Programs which generate, solve, and analyze Sudoku puzzles
A follow-up on this -- Sudoku Assistant now identifies Sashimi. There were a couple of bugs in the program yesterday, but these have been fixed.

You can check it out at

http://www.stolaf.edu/people/hansonr/sudoku/ex_A1s.htm

and

http://www.stolaf.edu/people/hansonr/sudoku/explain.htm#sashimi
Bob Hanson

Posts: 75
Joined: 04 December 2005

Bob Hanson wrote:For example:

this one

So I think there may be some that are not reducible -- unless you see a smaller set here as well.

{r5c24 r7c1234}

Took me 2 seconds to spot it...
Once upon a time I was a teenager who was active on here 2007-2011
ocean and eleven should have paired up to make a sudoku-solving duo called Ocean's Eleven
999_Springs

Posts: 420
Joined: 27 January 2007
Location: In the toilet, flushing down springs, one by one.

Superb work! Thanks very much for that -- there was a bug -- Sudoku Assistant was not looking for X-Wing-Sashimi. Now that that's fixed, I'm certain that the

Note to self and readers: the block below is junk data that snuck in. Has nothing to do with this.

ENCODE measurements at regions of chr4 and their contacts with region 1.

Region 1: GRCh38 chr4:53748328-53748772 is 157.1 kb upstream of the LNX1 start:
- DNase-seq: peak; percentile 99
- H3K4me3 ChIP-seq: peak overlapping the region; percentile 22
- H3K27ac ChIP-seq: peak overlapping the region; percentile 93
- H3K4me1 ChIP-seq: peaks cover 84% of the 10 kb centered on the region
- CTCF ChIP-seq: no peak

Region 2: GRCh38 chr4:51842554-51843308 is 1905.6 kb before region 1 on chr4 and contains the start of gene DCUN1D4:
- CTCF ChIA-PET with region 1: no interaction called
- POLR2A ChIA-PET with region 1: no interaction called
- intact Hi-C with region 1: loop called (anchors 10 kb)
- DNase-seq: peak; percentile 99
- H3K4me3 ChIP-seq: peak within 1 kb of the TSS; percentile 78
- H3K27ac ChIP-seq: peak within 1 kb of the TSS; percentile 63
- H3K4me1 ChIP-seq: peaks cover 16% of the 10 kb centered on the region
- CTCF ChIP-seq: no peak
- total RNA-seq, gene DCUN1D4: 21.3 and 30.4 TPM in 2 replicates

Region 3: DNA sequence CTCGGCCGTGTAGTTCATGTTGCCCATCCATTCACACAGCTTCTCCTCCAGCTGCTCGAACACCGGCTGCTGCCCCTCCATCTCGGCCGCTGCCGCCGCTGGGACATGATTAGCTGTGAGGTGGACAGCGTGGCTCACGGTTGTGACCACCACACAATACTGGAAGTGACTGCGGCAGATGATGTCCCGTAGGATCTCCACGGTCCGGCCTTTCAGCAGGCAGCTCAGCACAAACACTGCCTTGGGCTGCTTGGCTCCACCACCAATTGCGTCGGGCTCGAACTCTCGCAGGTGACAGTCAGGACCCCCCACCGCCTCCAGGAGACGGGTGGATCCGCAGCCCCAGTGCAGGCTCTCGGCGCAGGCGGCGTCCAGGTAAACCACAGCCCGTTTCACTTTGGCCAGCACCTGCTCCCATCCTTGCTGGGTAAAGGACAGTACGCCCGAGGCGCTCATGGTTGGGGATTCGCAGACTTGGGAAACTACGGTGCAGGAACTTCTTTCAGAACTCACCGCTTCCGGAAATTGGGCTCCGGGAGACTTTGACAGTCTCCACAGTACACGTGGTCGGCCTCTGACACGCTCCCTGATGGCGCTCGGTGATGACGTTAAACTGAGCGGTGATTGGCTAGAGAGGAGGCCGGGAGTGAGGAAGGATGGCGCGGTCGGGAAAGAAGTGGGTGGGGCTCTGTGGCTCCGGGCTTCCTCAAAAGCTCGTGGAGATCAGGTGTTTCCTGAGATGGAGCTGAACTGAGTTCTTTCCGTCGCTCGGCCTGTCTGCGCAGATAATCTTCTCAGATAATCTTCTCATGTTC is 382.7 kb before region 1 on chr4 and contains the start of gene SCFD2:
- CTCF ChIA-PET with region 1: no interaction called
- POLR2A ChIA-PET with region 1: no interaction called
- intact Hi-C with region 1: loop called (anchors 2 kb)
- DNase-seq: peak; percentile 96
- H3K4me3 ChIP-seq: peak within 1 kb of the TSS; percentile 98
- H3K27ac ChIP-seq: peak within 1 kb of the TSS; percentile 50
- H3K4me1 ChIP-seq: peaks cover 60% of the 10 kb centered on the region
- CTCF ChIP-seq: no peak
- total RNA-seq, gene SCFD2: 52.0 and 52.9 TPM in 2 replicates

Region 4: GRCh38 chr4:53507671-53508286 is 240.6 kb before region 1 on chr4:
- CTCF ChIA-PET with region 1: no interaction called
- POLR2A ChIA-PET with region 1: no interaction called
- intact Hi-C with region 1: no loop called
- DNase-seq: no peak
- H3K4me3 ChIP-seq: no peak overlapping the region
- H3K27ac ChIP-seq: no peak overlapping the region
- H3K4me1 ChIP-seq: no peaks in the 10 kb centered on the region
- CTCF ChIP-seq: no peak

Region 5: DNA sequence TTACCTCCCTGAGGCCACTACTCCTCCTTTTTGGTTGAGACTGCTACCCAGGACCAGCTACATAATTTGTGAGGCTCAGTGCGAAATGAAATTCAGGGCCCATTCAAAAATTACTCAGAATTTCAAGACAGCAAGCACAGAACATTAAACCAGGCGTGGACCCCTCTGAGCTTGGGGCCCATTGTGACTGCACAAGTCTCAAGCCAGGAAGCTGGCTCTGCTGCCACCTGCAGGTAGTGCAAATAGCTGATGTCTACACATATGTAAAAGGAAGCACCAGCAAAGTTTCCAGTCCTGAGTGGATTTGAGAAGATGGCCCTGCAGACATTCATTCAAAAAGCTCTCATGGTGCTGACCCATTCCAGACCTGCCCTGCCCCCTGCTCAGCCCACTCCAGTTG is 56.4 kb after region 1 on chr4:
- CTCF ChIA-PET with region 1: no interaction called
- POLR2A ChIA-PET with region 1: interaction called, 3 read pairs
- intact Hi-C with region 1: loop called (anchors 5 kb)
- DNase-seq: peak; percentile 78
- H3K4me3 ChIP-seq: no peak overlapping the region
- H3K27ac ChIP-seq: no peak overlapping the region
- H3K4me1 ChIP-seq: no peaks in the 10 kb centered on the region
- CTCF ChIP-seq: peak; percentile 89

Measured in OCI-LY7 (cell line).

n x n Rows == m x m Columns

grid equivalence carries over to a

n x n sashimi Rows == m x m sashimi Columns

equivalence.

I guess that is what you were trying to tell me in the first place.... that there's always a simpler alternative.

Probably a very simple proof of that.

In any case, thanks for the help -- Sudoku Assistant should be finding all Sashimi now, and finding always the smaller alternative.

When I'm done running the test examples, the "A1g" class will be gone -- all those are Sashimi.
Bob Hanson

Posts: 75
Joined: 04 December 2005

You might consider combining almost-locked grids with your newly-discovered "almost-locked ranges":
Code: Select all
`. . .|. . .|/ / 5. 5 .|5 . .|5 5 5. | .|| . .|/ / 5--|--+|----+-----. 5 .|5 . .|. . *. | .|| . .|. . .. | .|| . .|. . .--|--+|----+-----. 5 .|5 . .|. . *. . .|. . .|. . .. . .|. . .|. . .*<>5`

I don't know how useful they might be...

One thing I have noticed in your solver that seems not to have occurred before is the strange choice of subsets. Of course, for every naked subset there is a corresponding hidden one and vice versa, but your solver sometimes finds the larger subset.

Here you can use a naked pair instead of the hidden triple.

And your only example of a hidden quad can be replaced by a naked triple.
Once upon a time I was a teenager who was active on here 2007-2011
ocean and eleven should have paired up to make a sudoku-solving duo called Ocean's Eleven
999_Springs

Posts: 420
Joined: 27 January 2007
Location: In the toilet, flushing down springs, one by one.

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